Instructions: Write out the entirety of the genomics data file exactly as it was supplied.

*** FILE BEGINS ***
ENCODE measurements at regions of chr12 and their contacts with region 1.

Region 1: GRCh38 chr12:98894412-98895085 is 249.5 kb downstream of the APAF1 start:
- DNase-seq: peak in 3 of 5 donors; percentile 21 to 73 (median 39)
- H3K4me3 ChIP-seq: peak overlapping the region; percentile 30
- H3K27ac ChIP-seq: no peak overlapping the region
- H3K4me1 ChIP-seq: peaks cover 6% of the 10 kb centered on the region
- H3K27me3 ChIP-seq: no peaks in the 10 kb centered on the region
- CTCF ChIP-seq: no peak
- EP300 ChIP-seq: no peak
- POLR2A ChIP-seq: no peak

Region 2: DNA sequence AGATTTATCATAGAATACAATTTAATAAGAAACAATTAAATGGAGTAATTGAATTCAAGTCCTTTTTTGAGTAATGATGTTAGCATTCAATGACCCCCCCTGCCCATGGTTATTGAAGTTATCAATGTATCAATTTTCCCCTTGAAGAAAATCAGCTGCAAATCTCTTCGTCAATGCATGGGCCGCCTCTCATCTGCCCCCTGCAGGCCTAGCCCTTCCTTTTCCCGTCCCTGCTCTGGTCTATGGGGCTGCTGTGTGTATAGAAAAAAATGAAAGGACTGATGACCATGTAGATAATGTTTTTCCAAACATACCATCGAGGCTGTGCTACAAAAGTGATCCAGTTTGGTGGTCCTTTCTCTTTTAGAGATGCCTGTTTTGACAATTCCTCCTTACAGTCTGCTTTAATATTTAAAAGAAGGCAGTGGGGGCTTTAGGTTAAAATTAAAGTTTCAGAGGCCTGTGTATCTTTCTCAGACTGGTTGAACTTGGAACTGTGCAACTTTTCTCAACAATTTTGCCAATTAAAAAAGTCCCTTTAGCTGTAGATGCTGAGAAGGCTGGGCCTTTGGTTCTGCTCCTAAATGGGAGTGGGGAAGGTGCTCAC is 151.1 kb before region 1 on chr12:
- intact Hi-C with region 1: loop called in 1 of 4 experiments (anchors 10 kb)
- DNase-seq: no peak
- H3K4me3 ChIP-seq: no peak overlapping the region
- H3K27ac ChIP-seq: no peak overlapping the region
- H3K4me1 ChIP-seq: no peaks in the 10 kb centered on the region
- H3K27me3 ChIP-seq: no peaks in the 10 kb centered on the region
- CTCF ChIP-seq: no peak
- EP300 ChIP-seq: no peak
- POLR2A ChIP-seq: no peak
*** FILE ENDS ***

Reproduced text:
ENCODE measurements at regions of chr12 and their contacts with region 1.

Region 1: GRCh38 chr12:98894412-98895085 is 249.5 kb downstream of the APAF1 start:
- DNase-seq: peak in 3 of 5 donors; percentile 21 to 73 (median 39)
- H3K4me3 ChIP-seq: peak overlapping the region; percentile 30
- H3K27ac ChIP-seq: no peak overlapping the region
- H3K4me1 ChIP-seq: peaks cover 6% of the 10 kb centered on the region
- H3K27me3 ChIP-seq: no peaks in the 10 kb centered on the region
- CTCF ChIP-seq: no peak
- EP300 ChIP-seq: no peak
- POLR2A ChIP-seq: no peak

Region 2: DNA sequence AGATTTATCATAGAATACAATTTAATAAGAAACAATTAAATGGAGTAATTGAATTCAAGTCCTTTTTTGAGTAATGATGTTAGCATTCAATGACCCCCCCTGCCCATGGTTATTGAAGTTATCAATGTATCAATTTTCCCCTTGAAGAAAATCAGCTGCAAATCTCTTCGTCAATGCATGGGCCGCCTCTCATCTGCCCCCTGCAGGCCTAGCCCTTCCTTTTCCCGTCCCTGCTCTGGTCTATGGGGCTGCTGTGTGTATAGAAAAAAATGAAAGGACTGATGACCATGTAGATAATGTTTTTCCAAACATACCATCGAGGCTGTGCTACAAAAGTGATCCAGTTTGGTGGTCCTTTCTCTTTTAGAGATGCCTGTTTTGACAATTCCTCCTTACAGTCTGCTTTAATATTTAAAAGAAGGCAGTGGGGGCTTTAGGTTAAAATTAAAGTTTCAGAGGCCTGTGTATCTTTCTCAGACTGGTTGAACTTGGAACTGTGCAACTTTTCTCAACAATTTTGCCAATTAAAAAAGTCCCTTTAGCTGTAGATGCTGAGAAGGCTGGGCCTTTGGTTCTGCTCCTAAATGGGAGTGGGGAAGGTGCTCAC is 151.1 kb before region 1 on chr12:
- intact Hi-C with region 1: loop called in 1 of 4 experiments (anchors 10 kb)
- DNase-seq: no peak
- H3K4me3 ChIP-seq: no peak overlapping the region
- H3K27ac ChIP-seq: no peak overlapping the region
- H3K4me1 ChIP-seq: no peaks in the 10 kb centered on the region
- H3K27me3 ChIP-seq: no peaks in the 10 kb centered on the region
- CTCF ChIP-seq: no peak
- EP300 ChIP-seq: no peak
- POLR2A ChIP-seq: no peak